Chia Trial #2: Chia flax power “crackers”
Week two of experimenting with nutritional powerhouse chia seeds, we had to go with the second recipe included on this post from the super New Zealand ultra-running blog that inspired Dave to explore chia potential in the first place. Last week went so well. Preparation was easy, with effective results. So much so, it would have been tempting to plan a big adventure run mid-week purely for the sake of trying out another chia concoction, if only work weren’t in the way.
The making of these “Marching Crackers” was a bit less straightforward by comparison. Not that the recipe was complicated; we just had to adapt it. First, we nearly didn’t allow enough time to soak our seeds (flax and chia in water), but we caught ourselves just in time. Then, our model recipe didn’t specify pan size; we may have spread our mixture a bit thicker than the word crackers implies, but this is really a personal choice with a good bit of leeway.
Next puzzle in store was determining temperature. New Zealand goes by Celsius, of course, but the 50 degrees Celcius converts to a lower temperature in Fahrenheit than our oven allows (about 122). We tried as low a setting as we could (about 150 degrees F), and then left in the oven to further dry overnight, but the result was still too squishy. So, finally, we came up with our own method, which I’m pretty satisfied with, though there are surely many routes to follow for similar, and equally happy, outcomes.
Key to making these fuel bar “crackers” is drying out the mixture well, whether you’re using a food dehydrator, air-drying, or baking in the oven. Until you do, the seeds have a bit of an odd, bitter aftertaste. Plus, the initial crunch is much better when well crisped. Regardless, however, one of the amazing things about chia seeds is the ability to absorb and retain water, and after only a few seconds chewing, your bar will take on an easily digestible paste-like quality. Dave ate one at the tail end of a 16 mile tempo run loop, and described the sensation as “three seconds of chewing, and then it all broke up into soft little ball bearing-like bits.”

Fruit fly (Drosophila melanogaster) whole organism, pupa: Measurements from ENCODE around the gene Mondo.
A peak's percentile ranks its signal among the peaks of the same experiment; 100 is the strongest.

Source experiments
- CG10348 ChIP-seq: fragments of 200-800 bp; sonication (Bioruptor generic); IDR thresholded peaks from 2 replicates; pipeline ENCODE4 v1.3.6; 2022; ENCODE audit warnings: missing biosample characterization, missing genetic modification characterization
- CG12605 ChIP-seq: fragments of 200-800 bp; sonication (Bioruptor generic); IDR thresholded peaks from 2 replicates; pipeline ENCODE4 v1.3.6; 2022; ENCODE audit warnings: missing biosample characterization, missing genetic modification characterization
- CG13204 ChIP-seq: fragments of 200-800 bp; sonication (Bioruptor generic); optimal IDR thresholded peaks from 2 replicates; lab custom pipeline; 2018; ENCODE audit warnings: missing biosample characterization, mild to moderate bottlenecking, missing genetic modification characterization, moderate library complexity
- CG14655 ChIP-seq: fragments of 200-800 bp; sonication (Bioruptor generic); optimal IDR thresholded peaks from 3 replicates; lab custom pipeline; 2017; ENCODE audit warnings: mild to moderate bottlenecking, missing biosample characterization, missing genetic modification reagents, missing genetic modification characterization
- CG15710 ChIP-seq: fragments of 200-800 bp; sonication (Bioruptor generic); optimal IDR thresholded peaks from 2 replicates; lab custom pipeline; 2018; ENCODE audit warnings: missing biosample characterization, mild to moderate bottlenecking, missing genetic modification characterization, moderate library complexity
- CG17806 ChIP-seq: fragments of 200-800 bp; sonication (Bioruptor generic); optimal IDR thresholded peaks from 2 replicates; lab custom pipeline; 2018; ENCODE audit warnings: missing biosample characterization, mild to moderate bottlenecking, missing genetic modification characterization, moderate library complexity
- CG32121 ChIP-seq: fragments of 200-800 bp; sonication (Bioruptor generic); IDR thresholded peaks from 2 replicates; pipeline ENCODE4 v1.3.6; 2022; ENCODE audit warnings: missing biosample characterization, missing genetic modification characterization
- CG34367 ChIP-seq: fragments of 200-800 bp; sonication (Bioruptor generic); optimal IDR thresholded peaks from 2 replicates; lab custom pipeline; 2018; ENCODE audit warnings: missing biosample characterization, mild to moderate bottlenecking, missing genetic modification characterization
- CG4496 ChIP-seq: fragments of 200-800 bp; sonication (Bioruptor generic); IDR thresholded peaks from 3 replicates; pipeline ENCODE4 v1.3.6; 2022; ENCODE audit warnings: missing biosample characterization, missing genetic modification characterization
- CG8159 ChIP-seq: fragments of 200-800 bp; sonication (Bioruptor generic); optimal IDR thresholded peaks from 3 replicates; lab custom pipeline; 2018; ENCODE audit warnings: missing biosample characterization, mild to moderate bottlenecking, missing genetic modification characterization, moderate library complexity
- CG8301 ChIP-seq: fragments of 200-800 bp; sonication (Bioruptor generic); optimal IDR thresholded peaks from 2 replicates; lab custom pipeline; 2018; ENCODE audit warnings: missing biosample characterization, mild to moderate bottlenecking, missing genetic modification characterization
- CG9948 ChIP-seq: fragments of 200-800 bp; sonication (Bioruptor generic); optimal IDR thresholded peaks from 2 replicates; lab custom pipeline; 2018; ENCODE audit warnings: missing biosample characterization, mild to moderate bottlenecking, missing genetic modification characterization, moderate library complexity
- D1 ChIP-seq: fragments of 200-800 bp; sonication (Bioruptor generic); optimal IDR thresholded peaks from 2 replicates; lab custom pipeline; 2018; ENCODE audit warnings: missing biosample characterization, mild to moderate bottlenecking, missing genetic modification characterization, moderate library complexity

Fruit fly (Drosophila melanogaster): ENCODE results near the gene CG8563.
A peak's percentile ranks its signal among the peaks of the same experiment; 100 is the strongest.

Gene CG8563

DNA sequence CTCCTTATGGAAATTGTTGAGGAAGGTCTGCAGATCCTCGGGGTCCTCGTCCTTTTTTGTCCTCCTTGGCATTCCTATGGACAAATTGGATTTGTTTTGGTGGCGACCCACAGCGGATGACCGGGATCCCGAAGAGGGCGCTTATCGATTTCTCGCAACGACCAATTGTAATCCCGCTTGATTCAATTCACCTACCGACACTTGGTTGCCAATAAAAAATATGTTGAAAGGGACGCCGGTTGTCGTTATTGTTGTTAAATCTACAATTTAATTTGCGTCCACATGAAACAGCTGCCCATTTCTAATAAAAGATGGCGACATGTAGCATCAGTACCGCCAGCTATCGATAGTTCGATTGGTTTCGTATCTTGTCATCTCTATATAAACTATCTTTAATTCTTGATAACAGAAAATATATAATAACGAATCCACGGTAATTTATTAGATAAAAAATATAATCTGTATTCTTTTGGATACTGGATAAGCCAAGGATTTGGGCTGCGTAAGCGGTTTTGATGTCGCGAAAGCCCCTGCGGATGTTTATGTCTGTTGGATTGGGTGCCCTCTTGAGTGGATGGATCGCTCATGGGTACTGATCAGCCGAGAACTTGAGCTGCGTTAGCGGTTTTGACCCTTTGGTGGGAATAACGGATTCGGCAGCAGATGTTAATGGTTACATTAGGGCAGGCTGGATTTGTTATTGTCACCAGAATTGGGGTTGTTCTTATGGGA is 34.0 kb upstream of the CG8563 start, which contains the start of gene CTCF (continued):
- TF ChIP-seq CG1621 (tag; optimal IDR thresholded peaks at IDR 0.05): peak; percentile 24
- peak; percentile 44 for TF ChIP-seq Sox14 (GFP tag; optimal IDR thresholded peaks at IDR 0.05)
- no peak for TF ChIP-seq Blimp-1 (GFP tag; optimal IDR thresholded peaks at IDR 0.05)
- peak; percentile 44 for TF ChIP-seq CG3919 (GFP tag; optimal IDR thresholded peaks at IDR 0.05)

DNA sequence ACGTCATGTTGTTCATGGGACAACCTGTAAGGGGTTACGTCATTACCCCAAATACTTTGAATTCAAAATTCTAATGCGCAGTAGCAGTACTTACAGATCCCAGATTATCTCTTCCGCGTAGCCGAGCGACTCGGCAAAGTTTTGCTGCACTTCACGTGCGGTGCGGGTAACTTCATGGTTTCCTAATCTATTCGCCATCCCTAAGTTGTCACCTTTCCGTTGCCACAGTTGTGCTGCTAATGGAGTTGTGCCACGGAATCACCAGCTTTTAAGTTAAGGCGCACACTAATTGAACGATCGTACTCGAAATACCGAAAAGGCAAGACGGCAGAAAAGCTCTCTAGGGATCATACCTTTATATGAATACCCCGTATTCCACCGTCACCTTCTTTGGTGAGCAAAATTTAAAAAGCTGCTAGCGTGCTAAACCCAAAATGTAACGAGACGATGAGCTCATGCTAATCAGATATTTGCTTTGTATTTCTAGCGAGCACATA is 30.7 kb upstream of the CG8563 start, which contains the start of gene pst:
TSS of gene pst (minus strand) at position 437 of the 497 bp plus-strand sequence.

OK, in case you had any doubt, these power bars are not going to be confused with snack bars, ala Luna or Z-bars. At first glance, they might, though. The cocoa powder cultivates a deceptively dark chocolatey richness. Only these are pretty decisively endurance fuel, and as such, they really aren’t bad, at all. They’re good, even. Just not “cookies”. “They just glide down,” Dave said, and that’s a good thing. He’s had issues in past races and hard training sessions getting fuel down, even gels, let alone bars. These won’t make their to Santa’s plate any year (although they could probably help him stay up through a long night and keep his muscles powered up for lifting packages as needed), but as long as marathons, mountain treks, and ultras are on the cards, this recipe’s a keeper.
- 1 cup Chia seeds
- 1 cup flaxseeds
- ½ cup cacao or cocoa powder
- ½ cup honey, agave, or maple syrup
- ½ cup raisins
- Soak the Chia seeds and linseeds overnight in 2 ½ cups of water.
- Add the other ingredients and mix thoroughly. Spread onto a 9 X 13 tray (nonstick or sprayed lightly with cooking spray) and bake at 300 F for 1 hour. Slice into sections that allow you to turn over without breaking. Return to the oven and bake at 300 F for a further 1 hour.
- Slice into squares/bars to taste. Return to still-warm oven and leave overnight to continue drying before use.
Chia’s water-absorption properties make it a good candidate for puddings, and this Marta Stewart vanilla chia pudding is especially intriguing. There’s also this interesting chocolate one from Shape. And while it only asks for two tablespoons of seeds, who can not be a little tempted by the mention of chia brownies? Speaking of the brownies, I saw them on this site, which hosts a whole slew of chia recipe ideas. I think I’m going with Ms. Stewart next…unless…? What would you choose?